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This study evaluated the prognostic implications of aVR ST elevation during ST elevation acute myocardial infarction (AMI).
The Hirulog and Early Reperfusion/Occlusion-2 study randomized 17 073 patients with acute ST elevation AMI within 6 h of symptom onset to receive either bivalirudin or heparin, in addition to streptokinase and aspirin. The treatments had no effect on the primary endpoint of 30-day mortality. Electrocardiographic recordings were performed at randomization and at 60 min after commencing streptokinase. aVR ST elevation ≥1 mm was associated with higher 30-day mortality in 15 315 patients with normal intraventricular conduction regardless of AMI location (14.7% vs. 11.2% for anterior AMI, P = 0.0045 and 16.0% vs. 6.4% for inferior AMI, P < 0.0001). After adjusting for summed ST elevation and ST depression in other leads, associations with higher mortality were found with aVR ST elevation of ≥1.5 mm for anterior [odds ratio 1.69 (95% CI 1.16 to 2.45)] and of ≥1 mm for inferior AMI [odds ratio 2.41 (95% CI 1.76 to 3.30)]. There was a significant interaction between aVR ST elevation and infarct location. Thirty-day mortality was similar with anterior and inferior AMI when aVR ST elevation was present (11.5% vs. 13.2%, respectively, P = 0.51 with 1 mm and 23.5% vs. 22.5% respectively, P = 0.84 with ≥ 1.5 mm ST elevation). After fibrinolytic therapy, resolution of ST elevation in aVR to <1 mm was associated with lower mortality, while new ST elevation ≥1 mm was associated with higher mortality.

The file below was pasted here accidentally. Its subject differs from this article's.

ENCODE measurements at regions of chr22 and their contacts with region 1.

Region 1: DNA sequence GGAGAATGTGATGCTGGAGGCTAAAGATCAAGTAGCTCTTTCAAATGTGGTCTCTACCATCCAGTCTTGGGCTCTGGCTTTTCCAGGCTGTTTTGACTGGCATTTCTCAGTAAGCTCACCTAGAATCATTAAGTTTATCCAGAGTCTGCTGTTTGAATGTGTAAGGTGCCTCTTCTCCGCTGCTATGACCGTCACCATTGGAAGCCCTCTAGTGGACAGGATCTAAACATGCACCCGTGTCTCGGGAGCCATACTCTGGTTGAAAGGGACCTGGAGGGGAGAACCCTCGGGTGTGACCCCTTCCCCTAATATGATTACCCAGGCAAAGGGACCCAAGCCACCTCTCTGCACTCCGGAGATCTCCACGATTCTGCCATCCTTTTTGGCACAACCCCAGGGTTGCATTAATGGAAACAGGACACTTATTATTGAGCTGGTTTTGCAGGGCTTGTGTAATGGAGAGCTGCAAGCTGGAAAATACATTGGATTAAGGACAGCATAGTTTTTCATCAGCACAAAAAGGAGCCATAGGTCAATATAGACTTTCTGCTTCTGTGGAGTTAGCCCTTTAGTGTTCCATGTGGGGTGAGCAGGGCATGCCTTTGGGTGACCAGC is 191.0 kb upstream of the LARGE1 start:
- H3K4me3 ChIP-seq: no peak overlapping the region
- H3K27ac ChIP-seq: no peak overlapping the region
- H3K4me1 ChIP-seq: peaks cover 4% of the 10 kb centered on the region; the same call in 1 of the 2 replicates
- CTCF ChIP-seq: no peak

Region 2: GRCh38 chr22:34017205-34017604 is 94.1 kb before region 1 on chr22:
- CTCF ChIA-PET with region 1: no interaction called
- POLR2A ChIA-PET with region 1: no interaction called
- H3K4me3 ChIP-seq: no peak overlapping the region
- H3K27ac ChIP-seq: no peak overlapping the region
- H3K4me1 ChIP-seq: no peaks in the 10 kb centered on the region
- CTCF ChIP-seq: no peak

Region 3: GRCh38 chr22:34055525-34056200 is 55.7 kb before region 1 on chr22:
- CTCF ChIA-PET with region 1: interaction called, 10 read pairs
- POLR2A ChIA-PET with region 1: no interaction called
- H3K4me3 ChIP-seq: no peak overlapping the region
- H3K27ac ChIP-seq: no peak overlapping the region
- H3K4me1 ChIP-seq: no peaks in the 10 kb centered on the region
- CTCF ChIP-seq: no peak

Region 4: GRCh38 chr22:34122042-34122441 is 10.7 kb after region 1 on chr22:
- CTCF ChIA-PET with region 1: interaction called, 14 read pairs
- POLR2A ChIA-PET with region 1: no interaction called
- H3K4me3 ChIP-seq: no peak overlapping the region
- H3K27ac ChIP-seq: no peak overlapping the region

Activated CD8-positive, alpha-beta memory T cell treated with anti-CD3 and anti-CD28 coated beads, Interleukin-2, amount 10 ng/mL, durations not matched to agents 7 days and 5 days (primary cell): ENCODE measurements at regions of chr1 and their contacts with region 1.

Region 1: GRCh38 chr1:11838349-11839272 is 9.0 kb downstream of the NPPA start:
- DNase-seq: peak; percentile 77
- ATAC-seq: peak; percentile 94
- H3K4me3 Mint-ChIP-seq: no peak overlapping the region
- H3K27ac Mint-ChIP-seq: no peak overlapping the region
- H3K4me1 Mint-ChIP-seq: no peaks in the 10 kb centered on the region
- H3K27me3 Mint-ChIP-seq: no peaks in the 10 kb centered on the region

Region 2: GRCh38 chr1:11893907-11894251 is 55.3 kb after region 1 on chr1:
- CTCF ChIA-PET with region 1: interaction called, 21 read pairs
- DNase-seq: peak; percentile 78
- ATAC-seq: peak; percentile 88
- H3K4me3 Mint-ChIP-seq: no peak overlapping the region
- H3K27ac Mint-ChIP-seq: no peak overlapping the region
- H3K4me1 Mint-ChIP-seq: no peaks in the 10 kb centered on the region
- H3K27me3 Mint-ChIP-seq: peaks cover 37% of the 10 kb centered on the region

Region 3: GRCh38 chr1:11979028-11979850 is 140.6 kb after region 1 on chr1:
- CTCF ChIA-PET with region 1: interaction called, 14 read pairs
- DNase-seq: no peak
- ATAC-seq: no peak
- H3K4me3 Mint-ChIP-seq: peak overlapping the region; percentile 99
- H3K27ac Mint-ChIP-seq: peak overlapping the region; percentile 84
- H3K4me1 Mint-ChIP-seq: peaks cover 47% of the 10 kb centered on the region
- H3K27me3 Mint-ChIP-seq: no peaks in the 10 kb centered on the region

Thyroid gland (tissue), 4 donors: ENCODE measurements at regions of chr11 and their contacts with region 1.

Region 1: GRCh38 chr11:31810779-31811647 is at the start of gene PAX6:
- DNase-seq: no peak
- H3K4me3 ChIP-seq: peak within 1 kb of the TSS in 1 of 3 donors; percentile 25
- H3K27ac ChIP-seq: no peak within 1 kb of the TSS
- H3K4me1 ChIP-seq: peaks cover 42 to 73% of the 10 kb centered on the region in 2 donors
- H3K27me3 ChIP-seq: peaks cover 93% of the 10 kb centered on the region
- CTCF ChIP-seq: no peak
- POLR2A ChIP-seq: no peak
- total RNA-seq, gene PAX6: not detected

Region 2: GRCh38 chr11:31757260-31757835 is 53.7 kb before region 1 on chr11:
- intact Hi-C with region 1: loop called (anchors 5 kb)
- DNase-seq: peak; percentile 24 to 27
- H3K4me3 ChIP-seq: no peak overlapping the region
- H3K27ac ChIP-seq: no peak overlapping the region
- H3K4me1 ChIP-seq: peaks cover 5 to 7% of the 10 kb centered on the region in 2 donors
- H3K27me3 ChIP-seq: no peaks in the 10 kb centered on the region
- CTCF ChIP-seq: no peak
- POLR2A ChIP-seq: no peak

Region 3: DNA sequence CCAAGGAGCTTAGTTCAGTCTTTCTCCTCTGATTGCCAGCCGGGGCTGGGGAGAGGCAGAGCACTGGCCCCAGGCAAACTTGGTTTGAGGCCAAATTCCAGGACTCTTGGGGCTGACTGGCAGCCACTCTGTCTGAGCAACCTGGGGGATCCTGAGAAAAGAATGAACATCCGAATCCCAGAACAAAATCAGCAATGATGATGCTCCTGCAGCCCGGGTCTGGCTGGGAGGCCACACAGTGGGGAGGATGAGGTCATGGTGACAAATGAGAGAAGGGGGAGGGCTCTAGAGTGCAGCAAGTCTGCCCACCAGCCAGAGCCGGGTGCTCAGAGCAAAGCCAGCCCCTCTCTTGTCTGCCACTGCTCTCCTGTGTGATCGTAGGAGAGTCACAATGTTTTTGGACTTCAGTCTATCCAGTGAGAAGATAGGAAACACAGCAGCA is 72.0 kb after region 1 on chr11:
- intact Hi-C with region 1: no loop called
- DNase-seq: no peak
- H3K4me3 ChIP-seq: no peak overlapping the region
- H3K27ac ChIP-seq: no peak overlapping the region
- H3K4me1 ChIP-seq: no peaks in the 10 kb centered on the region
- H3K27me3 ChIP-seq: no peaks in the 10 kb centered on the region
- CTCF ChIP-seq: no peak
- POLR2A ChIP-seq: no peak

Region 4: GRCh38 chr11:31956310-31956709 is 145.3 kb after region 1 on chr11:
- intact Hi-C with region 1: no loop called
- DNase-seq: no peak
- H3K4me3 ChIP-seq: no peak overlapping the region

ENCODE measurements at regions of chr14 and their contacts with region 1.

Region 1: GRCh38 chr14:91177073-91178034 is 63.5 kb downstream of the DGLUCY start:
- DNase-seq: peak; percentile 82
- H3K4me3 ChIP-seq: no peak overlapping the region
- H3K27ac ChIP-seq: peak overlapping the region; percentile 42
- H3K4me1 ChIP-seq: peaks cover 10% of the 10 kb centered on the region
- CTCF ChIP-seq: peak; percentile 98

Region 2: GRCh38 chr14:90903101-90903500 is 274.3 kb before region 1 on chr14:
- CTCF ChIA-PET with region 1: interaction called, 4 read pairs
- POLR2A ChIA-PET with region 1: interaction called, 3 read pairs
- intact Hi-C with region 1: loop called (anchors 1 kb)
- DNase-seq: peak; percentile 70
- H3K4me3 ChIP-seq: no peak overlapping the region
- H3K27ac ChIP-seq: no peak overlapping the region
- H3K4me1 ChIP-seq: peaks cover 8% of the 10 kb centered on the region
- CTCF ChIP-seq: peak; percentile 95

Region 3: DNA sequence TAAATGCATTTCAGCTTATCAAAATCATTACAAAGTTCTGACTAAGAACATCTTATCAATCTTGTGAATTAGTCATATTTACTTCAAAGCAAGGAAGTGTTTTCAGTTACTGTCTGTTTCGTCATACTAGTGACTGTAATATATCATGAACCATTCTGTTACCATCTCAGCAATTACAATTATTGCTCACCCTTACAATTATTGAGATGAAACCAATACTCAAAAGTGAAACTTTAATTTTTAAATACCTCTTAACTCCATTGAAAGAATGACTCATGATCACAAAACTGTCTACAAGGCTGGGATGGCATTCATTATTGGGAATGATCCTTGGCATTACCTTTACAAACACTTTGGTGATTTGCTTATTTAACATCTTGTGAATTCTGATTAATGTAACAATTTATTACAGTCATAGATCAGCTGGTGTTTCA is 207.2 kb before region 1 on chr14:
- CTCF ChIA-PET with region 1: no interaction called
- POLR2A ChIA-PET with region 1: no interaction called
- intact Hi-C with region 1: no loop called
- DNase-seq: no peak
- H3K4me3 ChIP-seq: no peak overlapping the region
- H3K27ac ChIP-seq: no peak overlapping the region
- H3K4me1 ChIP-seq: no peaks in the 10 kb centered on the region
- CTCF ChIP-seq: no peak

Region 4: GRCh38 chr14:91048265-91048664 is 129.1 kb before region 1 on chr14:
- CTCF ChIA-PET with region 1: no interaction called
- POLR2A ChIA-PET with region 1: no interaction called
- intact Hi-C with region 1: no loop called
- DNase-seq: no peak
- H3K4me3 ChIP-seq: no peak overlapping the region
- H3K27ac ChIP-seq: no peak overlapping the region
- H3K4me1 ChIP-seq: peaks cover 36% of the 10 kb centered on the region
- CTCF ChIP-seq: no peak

aVR ST elevation is an important adverse prognostic sign in AMI.
Lead aVR is often neglected in routine clinical practice1 partly because the lead is non-adjacent to any other electrocardiographic (ECG) lead. Lead aVR has a frontal plane vector of −150° directly facing the thinner wall of the right ventricular outflow area and through it the basal aspect of the interventricular septum below the aortic and pulmonary valves. Lead aVR faces through the left ventricular cavity the inner side of the apex and lateral wall and is directionally opposite to standard leads I and II and chest leads V5 and V6. The basal septum receives blood supply usually from very proximal septal branches of the left anterior descending artery. Transmural infarction of this important area usually causes lead aVR ST elevation. Angiographic studies have demonstrated in small cohorts of patients with an ST elevation acute myocardial infarction (AMI) the association between aVR ST elevation and proximal left coronary occlusion before the first septal artery.2,3 While this implies that patients with aVR elevation are likely to be at high mortality risk, data from large scale trials are not available. Also, little is known about serial ST changes in lead aVR.4–8